NEW YORK --- The price of crude-oil futures climbed as much as $2 a barrel Monday, June 2, as new U.S. manufacturing figures helped ease concerns over slowing demand for oil, MarketWatch reported. News that the hurricane season's first Atlantic storm missed key oil installations in the Gulf of Mexico kept price gains in check.

Crude oil for July delivery was last up $2 at $129.35 a barrel in morning trading on the New York Mercantile Exchange, compared to an earlier low of $125.30.

The market had opened "weaker due to the failure of the Tropical Storm Arthur to affect Mexican production," Michael Lynch, president of Strategic Energy & Economic Research (SEER), told MarketWatch. "The weak U.S. economy is weighing heavily on demand, but the new ISM numbers, which are moderately bullish, might put a floor under oil prices," he added in e-mailed comments.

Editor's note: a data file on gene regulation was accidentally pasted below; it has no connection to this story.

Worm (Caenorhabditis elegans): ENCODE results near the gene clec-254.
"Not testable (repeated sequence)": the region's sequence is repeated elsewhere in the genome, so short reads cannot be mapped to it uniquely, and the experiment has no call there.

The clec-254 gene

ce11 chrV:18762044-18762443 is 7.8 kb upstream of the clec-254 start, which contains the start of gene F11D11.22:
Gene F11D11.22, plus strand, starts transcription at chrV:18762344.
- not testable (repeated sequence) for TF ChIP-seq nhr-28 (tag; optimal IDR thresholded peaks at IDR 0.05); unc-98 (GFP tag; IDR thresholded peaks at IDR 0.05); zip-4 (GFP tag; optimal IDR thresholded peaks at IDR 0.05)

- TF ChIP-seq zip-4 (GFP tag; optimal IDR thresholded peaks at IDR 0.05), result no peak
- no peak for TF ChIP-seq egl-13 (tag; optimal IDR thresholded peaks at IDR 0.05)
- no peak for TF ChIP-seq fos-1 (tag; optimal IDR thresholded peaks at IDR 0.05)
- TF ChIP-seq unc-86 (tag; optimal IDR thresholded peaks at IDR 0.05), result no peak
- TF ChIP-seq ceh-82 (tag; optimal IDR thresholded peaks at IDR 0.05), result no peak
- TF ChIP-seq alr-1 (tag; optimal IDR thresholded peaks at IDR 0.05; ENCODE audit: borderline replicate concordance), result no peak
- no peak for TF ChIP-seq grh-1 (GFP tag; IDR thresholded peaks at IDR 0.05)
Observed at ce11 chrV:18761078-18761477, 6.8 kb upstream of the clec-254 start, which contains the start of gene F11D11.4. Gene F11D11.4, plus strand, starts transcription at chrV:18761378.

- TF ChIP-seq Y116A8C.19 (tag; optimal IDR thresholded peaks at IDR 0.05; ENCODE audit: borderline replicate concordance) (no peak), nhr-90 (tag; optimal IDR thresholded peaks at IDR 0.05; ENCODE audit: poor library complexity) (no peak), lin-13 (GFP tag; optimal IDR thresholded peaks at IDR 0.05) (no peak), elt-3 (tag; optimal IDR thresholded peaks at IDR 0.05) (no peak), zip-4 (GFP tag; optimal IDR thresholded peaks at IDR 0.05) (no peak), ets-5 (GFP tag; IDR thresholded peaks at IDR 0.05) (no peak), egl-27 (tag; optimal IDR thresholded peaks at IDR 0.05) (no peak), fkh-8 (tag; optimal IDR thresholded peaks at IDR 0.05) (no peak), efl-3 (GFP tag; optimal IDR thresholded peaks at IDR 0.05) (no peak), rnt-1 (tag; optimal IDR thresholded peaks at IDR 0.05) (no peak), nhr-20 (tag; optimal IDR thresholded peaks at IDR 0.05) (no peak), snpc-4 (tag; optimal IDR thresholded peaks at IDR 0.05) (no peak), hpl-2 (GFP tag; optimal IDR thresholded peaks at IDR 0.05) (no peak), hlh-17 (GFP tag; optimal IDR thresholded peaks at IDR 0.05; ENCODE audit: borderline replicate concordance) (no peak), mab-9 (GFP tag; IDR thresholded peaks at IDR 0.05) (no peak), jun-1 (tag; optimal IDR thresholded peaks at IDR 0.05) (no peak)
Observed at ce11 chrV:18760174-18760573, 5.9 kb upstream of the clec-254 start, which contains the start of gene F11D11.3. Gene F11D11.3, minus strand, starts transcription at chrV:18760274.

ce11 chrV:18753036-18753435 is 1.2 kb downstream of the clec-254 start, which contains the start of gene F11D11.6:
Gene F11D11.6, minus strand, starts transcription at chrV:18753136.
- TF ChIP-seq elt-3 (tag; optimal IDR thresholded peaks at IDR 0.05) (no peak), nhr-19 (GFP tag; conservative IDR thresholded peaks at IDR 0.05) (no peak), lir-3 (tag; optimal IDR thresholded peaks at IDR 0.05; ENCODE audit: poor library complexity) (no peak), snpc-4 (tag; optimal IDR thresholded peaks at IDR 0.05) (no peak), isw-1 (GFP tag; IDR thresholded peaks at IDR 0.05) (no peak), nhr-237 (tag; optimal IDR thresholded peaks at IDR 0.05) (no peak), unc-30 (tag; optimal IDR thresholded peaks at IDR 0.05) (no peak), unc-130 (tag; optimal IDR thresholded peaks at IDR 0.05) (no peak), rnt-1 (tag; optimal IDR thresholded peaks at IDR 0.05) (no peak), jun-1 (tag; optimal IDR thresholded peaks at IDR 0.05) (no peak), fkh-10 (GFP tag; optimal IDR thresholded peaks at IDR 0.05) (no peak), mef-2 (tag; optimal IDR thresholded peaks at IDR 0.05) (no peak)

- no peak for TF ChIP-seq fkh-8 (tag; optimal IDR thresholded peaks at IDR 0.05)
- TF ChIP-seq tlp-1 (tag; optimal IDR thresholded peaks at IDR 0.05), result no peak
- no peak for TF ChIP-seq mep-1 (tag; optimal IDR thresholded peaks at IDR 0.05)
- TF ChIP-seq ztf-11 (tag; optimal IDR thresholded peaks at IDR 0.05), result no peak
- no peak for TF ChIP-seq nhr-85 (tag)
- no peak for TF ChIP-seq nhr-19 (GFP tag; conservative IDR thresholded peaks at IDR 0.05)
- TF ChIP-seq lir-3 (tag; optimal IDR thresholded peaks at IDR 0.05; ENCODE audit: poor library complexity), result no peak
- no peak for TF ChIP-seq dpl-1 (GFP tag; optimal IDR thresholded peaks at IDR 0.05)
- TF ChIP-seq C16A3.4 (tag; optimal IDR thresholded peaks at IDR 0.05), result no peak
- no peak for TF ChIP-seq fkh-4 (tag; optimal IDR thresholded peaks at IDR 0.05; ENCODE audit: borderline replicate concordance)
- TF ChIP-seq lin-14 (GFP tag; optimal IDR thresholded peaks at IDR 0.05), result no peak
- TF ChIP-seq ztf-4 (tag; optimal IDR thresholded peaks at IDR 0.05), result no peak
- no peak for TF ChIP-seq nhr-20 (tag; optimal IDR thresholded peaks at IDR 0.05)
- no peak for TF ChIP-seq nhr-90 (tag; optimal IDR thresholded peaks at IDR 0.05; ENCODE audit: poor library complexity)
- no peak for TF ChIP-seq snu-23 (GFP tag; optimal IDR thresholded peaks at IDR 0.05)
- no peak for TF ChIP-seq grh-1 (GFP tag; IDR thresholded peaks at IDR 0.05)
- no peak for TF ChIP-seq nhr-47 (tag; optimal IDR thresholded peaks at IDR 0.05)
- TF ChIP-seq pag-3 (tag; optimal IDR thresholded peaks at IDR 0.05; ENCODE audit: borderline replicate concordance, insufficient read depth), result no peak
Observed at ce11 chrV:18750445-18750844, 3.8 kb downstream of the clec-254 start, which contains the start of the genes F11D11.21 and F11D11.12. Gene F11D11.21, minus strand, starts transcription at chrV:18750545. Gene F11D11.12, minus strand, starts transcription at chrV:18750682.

Traders have worried that high oil prices have hurt demand, but the latest economic data may help ease those concerns in the near-term.

Crude-oil prices had dropped sharply last week, losing 3.7 percent after reaching a record high above $135 a barrel on May 22.

Charles Perry, president of energy consulting firm Perry Management, told MarketWatch there was likely a "giant profit taking last week," with trading volume shooting up Thursday and Friday, reaching about 45 million contracts on Friday. "So today, the traders are establishing a new position at a lower price," he said.

The short-term direction of oil price is expected to hinge on whether U.S. and global demand remains strong.